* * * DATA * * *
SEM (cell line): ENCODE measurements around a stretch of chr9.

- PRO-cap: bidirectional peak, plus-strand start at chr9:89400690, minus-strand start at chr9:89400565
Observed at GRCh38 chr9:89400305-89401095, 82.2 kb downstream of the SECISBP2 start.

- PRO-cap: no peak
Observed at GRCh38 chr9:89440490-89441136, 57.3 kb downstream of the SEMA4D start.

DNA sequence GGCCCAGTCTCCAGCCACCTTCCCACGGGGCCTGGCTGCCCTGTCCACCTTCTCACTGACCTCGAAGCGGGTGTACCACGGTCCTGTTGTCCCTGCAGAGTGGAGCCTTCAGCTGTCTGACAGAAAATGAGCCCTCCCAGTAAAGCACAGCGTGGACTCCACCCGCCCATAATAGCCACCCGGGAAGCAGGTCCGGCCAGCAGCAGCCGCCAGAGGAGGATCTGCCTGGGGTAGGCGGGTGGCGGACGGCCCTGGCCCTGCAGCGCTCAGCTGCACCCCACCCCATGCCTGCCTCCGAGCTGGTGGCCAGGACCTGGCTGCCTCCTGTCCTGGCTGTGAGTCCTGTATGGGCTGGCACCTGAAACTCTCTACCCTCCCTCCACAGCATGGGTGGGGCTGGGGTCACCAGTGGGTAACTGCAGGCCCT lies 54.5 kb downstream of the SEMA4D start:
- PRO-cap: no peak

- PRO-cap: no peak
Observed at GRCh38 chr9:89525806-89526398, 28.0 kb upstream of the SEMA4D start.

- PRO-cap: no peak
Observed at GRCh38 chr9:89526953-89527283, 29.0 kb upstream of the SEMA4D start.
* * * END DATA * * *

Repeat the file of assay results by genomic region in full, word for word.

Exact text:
SEM (cell line): ENCODE measurements around a stretch of chr9.

- PRO-cap: bidirectional peak, plus-strand start at chr9:89400690, minus-strand start at chr9:89400565
Observed at GRCh38 chr9:89400305-89401095, 82.2 kb downstream of the SECISBP2 start.

- PRO-cap: no peak
Observed at GRCh38 chr9:89440490-89441136, 57.3 kb downstream of the SEMA4D start.

DNA sequence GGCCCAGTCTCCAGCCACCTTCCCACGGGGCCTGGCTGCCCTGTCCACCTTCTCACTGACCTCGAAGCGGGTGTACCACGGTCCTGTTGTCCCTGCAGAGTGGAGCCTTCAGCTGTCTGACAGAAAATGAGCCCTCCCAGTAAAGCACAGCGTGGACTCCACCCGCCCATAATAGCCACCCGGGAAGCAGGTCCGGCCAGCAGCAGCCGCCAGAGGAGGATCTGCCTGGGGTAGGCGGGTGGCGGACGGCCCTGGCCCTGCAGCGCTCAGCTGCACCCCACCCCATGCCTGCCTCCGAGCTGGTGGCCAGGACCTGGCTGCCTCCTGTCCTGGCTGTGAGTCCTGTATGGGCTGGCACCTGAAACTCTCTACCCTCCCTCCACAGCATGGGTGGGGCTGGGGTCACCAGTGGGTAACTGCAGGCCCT lies 54.5 kb downstream of the SEMA4D start:
- PRO-cap: no peak

- PRO-cap: no peak
Observed at GRCh38 chr9:89525806-89526398, 28.0 kb upstream of the SEMA4D start.

- PRO-cap: no peak
Observed at GRCh38 chr9:89526953-89527283, 29.0 kb upstream of the SEMA4D start.